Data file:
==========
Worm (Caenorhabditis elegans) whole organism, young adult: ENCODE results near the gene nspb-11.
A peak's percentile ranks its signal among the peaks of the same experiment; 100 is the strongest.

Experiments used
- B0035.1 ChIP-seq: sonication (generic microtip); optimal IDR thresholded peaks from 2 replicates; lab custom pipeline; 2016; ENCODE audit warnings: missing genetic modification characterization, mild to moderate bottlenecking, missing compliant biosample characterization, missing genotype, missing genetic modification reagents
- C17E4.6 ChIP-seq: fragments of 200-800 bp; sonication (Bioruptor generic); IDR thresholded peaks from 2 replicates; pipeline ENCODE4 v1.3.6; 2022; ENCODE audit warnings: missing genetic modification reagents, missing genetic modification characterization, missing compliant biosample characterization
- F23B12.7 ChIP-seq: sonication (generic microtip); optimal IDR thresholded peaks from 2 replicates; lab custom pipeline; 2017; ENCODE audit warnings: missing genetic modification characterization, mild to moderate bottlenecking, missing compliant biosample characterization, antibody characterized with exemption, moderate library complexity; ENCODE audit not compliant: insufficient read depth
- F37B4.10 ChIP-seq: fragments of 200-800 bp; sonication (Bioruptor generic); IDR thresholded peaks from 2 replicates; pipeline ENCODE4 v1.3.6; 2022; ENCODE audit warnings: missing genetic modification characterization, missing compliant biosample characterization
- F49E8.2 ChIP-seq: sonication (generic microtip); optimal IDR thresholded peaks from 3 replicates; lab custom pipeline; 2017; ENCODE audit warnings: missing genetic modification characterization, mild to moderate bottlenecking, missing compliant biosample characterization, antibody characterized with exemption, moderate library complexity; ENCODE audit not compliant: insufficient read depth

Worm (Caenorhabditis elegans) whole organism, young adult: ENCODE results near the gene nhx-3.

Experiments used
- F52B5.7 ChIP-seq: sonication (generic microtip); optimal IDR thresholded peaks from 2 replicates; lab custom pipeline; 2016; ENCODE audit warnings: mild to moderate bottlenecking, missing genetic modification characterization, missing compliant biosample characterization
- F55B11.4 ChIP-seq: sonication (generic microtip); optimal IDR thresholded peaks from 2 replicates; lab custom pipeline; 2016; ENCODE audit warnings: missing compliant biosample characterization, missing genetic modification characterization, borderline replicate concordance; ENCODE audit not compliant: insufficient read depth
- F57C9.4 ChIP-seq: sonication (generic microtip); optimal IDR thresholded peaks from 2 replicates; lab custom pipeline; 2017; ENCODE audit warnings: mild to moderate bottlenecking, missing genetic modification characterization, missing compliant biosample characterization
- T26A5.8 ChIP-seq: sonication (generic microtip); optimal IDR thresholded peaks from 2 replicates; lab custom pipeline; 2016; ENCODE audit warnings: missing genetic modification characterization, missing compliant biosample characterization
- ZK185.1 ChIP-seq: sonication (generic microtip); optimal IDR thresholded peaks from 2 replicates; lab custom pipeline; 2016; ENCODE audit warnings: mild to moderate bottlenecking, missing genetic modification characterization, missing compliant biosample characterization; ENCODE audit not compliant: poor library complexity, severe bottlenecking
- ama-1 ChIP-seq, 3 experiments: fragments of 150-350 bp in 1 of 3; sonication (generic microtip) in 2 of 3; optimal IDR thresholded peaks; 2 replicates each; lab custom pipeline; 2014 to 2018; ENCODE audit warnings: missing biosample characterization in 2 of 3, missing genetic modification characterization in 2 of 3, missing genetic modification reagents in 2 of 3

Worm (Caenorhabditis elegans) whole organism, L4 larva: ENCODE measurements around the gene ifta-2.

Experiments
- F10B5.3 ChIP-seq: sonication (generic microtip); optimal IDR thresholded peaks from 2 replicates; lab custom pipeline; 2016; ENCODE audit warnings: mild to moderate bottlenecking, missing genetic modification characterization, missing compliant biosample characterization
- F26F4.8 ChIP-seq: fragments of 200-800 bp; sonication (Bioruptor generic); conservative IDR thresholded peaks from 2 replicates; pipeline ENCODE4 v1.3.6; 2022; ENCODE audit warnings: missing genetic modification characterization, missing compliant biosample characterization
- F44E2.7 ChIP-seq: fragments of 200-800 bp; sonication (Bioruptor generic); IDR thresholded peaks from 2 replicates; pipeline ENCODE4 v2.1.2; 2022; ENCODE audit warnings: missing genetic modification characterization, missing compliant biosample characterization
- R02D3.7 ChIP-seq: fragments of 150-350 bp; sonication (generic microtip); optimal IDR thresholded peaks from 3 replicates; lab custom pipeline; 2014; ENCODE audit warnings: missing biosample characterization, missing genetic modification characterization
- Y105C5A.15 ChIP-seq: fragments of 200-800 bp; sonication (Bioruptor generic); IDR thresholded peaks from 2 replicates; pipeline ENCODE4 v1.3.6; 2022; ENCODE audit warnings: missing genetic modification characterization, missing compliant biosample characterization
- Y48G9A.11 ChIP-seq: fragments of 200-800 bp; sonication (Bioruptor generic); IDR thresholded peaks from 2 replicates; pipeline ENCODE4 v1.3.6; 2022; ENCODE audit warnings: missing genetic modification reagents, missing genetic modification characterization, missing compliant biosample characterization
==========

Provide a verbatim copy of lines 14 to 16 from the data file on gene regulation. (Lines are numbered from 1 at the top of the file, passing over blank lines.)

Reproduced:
- T26A5.8 ChIP-seq: sonication (generic microtip); optimal IDR thresholded peaks from 2 replicates; lab custom pipeline; 2016; ENCODE audit warnings: missing genetic modification characterization, missing compliant biosample characterization
- ZK185.1 ChIP-seq: sonication (generic microtip); optimal IDR thresholded peaks from 2 replicates; lab custom pipeline; 2016; ENCODE audit warnings: mild to moderate bottlenecking, missing genetic modification characterization, missing compliant biosample characterization; ENCODE audit not compliant: poor library complexity, severe bottlenecking
- ama-1 ChIP-seq, 3 experiments: fragments of 150-350 bp in 1 of 3; sonication (generic microtip) in 2 of 3; optimal IDR thresholded peaks; 2 replicates each; lab custom pipeline; 2014 to 2018; ENCODE audit warnings: missing biosample characterization in 2 of 3, missing genetic modification characterization in 2 of 3, missing genetic modification reagents in 2 of 3